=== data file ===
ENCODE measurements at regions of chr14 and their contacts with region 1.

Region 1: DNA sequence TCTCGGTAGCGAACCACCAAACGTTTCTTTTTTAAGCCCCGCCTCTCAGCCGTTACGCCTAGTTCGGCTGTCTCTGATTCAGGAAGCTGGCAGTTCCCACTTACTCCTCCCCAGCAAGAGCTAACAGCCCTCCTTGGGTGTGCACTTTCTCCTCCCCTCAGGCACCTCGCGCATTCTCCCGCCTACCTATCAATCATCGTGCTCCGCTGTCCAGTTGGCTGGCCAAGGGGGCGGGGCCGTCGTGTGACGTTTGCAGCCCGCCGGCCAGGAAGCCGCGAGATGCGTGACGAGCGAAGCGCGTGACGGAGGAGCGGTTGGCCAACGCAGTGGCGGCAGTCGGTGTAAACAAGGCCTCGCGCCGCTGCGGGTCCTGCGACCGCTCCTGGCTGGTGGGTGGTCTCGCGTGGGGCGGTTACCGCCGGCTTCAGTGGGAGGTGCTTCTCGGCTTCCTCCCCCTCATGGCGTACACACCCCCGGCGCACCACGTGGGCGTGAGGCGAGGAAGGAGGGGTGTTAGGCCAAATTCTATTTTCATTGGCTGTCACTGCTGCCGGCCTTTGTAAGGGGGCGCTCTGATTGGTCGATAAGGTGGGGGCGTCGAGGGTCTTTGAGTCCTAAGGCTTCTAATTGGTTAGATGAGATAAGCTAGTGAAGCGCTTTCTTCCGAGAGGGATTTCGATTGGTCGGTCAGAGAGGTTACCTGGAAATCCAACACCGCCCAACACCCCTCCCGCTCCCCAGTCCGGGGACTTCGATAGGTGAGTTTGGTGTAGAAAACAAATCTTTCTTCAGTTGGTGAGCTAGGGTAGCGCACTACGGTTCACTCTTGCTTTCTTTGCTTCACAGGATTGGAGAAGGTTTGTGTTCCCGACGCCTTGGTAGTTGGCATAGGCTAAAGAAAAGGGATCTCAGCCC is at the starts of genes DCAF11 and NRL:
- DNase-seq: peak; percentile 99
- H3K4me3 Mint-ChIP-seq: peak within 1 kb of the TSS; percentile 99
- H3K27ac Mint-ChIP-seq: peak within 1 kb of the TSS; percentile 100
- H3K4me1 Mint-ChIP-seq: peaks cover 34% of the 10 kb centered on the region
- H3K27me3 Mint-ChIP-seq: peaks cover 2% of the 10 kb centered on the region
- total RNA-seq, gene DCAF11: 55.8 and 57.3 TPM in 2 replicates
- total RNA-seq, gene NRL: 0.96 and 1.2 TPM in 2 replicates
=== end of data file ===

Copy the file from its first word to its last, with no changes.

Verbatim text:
ENCODE measurements at regions of chr14 and their contacts with region 1.

Region 1: DNA sequence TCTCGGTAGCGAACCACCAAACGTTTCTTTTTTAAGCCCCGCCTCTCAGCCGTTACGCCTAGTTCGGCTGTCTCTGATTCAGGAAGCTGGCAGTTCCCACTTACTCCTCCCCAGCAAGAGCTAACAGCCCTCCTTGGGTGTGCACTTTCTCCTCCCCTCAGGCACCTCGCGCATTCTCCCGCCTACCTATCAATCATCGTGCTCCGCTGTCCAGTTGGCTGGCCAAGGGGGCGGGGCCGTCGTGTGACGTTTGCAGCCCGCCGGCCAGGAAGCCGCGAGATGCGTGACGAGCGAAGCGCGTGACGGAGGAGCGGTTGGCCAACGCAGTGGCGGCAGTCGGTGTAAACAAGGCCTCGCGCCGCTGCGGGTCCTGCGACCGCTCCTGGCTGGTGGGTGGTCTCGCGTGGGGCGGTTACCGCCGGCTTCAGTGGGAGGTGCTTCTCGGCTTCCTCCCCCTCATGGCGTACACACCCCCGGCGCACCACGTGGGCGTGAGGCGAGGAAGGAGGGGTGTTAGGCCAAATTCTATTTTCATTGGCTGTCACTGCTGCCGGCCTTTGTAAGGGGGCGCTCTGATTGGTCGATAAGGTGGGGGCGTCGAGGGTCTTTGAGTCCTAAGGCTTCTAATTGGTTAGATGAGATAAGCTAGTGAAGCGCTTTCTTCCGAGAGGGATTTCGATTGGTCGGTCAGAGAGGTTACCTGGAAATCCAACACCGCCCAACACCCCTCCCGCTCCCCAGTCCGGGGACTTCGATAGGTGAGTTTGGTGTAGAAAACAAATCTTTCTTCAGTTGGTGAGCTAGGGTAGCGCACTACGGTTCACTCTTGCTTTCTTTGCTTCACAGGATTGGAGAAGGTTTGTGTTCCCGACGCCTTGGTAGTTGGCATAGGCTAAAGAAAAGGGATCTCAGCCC is at the starts of genes DCAF11 and NRL:
- DNase-seq: peak; percentile 99
- H3K4me3 Mint-ChIP-seq: peak within 1 kb of the TSS; percentile 99
- H3K27ac Mint-ChIP-seq: peak within 1 kb of the TSS; percentile 100
- H3K4me1 Mint-ChIP-seq: peaks cover 34% of the 10 kb centered on the region
- H3K27me3 Mint-ChIP-seq: peaks cover 2% of the 10 kb centered on the region
- total RNA-seq, gene DCAF11: 55.8 and 57.3 TPM in 2 replicates
- total RNA-seq, gene NRL: 0.96 and 1.2 TPM in 2 replicates